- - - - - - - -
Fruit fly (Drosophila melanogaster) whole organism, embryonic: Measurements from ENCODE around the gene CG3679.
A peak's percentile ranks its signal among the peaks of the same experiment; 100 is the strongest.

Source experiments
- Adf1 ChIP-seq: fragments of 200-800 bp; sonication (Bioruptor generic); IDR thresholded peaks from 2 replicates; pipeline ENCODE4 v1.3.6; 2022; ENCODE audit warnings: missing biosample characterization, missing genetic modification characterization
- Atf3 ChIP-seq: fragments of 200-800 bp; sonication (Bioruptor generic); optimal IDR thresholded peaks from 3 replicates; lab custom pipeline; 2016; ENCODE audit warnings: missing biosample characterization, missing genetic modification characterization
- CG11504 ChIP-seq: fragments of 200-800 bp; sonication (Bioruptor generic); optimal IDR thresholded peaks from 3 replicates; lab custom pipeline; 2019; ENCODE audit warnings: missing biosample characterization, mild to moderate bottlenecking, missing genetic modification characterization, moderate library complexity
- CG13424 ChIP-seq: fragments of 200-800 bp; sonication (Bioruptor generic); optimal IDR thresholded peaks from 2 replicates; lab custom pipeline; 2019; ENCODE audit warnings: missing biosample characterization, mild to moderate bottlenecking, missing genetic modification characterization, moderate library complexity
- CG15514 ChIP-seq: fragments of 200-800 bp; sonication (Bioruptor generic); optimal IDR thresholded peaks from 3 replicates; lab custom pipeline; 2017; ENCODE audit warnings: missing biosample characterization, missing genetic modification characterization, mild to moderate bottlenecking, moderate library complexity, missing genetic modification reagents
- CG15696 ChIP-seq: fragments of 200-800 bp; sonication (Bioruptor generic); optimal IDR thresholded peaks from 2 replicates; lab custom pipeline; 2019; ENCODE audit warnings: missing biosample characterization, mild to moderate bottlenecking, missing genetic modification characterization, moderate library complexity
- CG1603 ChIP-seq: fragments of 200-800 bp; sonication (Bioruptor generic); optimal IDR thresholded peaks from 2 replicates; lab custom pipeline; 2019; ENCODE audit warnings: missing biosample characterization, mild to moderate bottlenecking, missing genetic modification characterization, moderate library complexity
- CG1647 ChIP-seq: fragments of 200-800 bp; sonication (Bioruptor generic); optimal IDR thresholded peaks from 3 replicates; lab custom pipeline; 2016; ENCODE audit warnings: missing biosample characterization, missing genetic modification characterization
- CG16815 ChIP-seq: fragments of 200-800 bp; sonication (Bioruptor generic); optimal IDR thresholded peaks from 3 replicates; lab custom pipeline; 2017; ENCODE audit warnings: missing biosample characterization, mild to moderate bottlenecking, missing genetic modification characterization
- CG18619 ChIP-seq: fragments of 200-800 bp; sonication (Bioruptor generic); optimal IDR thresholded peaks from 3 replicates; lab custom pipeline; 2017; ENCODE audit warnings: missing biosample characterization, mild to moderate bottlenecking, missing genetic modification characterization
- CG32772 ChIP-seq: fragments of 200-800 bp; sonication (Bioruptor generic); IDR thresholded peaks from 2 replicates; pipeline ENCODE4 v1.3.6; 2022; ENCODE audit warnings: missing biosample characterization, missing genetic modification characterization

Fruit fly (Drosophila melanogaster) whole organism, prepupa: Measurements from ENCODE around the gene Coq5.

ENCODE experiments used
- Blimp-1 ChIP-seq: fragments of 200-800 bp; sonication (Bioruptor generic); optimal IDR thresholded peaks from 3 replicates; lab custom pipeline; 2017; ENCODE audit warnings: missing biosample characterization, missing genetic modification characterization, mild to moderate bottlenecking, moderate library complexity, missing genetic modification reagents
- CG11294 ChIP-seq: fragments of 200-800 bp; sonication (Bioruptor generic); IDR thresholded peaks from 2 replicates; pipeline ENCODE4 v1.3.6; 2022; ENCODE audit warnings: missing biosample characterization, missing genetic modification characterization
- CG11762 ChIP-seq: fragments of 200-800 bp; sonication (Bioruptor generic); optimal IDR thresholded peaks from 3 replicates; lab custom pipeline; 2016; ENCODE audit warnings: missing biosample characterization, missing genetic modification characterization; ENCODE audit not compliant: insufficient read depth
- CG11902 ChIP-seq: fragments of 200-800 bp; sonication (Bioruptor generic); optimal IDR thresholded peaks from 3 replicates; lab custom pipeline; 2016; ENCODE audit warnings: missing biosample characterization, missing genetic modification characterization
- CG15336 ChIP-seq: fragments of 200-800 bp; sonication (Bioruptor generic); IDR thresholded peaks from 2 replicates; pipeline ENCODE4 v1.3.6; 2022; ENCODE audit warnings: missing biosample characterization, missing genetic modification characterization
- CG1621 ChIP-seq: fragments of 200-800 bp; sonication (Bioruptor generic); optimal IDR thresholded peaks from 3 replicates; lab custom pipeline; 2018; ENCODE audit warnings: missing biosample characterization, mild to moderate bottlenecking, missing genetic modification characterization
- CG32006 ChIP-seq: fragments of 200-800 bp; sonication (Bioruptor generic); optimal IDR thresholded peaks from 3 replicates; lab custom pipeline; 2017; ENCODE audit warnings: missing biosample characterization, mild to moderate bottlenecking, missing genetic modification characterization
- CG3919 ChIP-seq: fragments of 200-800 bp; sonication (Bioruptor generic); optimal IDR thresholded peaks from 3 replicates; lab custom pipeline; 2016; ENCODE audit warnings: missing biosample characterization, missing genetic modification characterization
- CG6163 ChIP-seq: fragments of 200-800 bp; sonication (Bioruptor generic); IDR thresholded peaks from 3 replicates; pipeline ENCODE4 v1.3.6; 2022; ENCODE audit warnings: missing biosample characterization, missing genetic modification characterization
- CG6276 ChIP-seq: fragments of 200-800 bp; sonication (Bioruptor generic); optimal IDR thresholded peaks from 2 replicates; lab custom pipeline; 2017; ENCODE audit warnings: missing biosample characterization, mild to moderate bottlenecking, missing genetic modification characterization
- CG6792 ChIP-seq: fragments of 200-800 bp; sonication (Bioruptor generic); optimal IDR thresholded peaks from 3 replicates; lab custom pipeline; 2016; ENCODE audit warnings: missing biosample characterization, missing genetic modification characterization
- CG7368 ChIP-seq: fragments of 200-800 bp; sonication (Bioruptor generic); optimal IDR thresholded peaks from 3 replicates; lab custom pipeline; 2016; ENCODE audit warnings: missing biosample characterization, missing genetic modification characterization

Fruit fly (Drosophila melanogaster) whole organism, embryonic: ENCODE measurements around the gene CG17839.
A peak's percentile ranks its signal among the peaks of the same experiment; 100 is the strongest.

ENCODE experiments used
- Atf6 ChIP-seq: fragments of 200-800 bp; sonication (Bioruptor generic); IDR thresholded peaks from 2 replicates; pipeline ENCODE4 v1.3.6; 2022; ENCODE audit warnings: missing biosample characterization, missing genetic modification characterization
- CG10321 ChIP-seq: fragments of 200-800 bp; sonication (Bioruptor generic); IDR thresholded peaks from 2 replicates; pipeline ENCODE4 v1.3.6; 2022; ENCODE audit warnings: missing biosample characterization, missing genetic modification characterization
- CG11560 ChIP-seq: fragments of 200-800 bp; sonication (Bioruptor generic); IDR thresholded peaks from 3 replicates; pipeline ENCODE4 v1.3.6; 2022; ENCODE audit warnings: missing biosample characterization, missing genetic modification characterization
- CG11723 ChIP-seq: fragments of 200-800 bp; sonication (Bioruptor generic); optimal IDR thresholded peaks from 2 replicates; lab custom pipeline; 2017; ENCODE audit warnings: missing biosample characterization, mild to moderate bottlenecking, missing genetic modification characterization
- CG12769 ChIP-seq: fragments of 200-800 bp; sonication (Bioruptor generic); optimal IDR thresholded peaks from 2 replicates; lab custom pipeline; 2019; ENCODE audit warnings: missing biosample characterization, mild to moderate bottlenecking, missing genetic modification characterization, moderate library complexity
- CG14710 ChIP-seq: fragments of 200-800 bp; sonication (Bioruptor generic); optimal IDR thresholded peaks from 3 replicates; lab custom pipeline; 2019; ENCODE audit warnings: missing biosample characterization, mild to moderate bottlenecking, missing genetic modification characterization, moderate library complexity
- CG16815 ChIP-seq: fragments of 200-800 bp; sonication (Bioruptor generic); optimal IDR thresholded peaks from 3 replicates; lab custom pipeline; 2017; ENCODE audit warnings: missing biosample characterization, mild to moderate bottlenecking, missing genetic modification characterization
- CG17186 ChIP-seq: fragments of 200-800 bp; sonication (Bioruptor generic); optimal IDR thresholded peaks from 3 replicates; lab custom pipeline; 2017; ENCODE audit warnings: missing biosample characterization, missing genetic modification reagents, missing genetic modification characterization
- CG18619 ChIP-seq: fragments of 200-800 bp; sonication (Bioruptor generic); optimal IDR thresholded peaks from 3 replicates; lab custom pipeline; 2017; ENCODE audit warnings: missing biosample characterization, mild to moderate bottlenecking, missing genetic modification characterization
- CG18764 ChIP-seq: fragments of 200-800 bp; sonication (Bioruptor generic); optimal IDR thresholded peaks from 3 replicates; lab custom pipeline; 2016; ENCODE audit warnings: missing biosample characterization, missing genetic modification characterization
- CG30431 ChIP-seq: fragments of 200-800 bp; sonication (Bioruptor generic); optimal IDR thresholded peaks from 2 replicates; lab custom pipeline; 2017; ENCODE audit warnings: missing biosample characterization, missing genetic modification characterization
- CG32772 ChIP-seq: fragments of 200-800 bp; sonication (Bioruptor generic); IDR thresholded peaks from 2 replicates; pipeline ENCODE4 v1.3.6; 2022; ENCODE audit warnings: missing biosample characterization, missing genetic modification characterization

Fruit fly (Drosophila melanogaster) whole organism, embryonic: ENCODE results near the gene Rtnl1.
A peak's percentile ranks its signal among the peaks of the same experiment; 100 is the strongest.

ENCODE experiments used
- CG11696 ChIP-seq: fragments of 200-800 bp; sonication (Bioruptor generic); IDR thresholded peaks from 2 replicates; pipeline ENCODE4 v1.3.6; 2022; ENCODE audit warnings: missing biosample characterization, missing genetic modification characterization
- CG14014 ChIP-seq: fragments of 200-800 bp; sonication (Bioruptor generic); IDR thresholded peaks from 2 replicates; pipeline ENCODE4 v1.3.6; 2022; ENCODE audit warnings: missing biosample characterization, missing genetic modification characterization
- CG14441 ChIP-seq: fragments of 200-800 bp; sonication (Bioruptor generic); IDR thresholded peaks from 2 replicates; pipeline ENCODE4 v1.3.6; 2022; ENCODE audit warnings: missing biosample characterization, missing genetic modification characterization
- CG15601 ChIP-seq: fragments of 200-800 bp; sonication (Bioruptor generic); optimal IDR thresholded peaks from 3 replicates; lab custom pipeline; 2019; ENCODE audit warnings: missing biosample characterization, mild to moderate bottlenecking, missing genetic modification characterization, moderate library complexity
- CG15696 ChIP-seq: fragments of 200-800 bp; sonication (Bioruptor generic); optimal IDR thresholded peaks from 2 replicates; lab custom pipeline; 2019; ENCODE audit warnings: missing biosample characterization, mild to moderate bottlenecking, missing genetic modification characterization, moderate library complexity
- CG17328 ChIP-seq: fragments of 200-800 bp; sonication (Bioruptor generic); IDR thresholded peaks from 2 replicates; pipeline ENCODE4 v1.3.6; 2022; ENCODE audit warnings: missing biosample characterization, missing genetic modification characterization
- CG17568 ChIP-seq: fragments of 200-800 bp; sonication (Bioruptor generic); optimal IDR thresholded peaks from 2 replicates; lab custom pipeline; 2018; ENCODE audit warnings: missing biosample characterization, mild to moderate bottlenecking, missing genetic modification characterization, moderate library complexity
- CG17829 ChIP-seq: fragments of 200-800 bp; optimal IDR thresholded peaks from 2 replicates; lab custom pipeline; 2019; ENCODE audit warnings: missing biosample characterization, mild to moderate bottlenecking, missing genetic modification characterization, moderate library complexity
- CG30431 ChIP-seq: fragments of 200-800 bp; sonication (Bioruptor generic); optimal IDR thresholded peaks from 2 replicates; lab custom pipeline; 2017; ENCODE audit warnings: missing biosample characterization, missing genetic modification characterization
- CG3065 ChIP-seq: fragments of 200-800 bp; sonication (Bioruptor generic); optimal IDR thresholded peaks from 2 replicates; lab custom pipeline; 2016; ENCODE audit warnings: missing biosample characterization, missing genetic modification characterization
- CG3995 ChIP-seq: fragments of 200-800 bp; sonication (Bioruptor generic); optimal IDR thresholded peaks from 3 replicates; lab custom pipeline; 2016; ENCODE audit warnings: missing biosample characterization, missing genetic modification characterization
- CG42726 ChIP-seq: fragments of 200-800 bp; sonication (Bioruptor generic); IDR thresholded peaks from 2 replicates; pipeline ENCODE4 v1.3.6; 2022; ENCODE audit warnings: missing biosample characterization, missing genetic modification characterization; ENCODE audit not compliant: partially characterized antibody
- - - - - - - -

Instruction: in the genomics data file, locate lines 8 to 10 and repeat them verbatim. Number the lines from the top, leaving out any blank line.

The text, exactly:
- CG15514 ChIP-seq: fragments of 200-800 bp; sonication (Bioruptor generic); optimal IDR thresholded peaks from 3 replicates; lab custom pipeline; 2017; ENCODE audit warnings: missing biosample characterization, missing genetic modification characterization, mild to moderate bottlenecking, moderate library complexity, missing genetic modification reagents
- CG15696 ChIP-seq: fragments of 200-800 bp; sonication (Bioruptor generic); optimal IDR thresholded peaks from 2 replicates; lab custom pipeline; 2019; ENCODE audit warnings: missing biosample characterization, mild to moderate bottlenecking, missing genetic modification characterization, moderate library complexity
- CG1603 ChIP-seq: fragments of 200-800 bp; sonication (Bioruptor generic); optimal IDR thresholded peaks from 2 replicates; lab custom pipeline; 2019; ENCODE audit warnings: missing biosample characterization, mild to moderate bottlenecking, missing genetic modification characterization, moderate library complexity